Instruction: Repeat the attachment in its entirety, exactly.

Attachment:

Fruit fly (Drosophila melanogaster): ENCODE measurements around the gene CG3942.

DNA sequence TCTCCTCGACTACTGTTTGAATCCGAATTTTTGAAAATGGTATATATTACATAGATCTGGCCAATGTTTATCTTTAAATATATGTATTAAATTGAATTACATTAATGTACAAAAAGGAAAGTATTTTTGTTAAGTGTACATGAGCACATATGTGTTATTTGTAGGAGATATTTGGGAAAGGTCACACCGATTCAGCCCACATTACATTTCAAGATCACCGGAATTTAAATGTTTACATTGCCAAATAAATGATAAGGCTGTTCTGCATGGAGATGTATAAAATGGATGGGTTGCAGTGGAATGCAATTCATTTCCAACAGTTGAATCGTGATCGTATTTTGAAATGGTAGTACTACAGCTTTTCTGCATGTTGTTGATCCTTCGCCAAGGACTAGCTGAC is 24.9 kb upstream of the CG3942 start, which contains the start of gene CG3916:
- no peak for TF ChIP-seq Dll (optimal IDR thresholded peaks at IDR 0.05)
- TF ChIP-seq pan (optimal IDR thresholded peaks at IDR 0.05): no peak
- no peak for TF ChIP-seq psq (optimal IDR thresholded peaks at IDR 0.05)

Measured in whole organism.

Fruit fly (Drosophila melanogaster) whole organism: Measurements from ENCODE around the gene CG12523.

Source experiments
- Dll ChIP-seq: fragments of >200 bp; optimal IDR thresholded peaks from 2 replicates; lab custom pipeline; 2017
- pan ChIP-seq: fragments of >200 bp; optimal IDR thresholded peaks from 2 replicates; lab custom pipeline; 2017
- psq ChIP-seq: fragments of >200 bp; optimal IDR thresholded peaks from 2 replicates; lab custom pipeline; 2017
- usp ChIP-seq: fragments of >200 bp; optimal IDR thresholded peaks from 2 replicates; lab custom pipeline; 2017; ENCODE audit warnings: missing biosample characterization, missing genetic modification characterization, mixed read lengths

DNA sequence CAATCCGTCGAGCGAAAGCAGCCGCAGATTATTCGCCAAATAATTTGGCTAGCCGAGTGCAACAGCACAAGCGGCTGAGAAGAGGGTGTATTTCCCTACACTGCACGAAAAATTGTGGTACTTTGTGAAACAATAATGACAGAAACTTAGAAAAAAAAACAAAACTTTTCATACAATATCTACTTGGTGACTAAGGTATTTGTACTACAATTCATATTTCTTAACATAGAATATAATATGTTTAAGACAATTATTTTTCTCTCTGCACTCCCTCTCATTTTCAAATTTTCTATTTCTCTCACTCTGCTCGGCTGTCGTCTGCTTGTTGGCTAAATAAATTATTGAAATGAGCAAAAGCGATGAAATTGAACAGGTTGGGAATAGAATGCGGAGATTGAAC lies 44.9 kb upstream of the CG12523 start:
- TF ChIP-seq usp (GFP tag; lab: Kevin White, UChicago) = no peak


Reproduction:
Fruit fly (Drosophila melanogaster): ENCODE measurements around the gene CG3942.

DNA sequence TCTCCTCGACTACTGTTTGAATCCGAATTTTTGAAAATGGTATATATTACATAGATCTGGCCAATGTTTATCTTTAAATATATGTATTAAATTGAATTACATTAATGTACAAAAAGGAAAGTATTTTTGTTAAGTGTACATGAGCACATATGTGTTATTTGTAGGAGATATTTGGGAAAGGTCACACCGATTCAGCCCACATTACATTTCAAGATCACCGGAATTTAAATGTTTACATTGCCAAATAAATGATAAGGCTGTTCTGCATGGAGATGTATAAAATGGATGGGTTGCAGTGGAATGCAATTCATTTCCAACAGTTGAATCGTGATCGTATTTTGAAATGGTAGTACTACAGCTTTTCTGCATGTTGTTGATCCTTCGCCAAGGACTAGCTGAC is 24.9 kb upstream of the CG3942 start, which contains the start of gene CG3916:
- no peak for TF ChIP-seq Dll (optimal IDR thresholded peaks at IDR 0.05)
- TF ChIP-seq pan (optimal IDR thresholded peaks at IDR 0.05): no peak
- no peak for TF ChIP-seq psq (optimal IDR thresholded peaks at IDR 0.05)

Measured in whole organism.

Fruit fly (Drosophila melanogaster) whole organism: Measurements from ENCODE around the gene CG12523.

Source experiments
- Dll ChIP-seq: fragments of >200 bp; optimal IDR thresholded peaks from 2 replicates; lab custom pipeline; 2017
- pan ChIP-seq: fragments of >200 bp; optimal IDR thresholded peaks from 2 replicates; lab custom pipeline; 2017
- psq ChIP-seq: fragments of >200 bp; optimal IDR thresholded peaks from 2 replicates; lab custom pipeline; 2017
- usp ChIP-seq: fragments of >200 bp; optimal IDR thresholded peaks from 2 replicates; lab custom pipeline; 2017; ENCODE audit warnings: missing biosample characterization, missing genetic modification characterization, mixed read lengths

DNA sequence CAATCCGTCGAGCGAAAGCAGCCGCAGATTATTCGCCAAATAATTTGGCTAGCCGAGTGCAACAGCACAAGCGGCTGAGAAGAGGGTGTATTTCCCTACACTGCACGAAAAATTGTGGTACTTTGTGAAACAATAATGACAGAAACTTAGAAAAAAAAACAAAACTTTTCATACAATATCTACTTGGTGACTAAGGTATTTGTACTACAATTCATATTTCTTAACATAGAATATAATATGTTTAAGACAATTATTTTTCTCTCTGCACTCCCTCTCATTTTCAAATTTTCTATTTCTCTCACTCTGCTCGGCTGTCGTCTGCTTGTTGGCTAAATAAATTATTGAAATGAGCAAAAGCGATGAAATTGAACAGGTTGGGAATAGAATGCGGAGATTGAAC lies 44.9 kb upstream of the CG12523 start:
- TF ChIP-seq usp (GFP tag; lab: Kevin White, UChicago) = no peak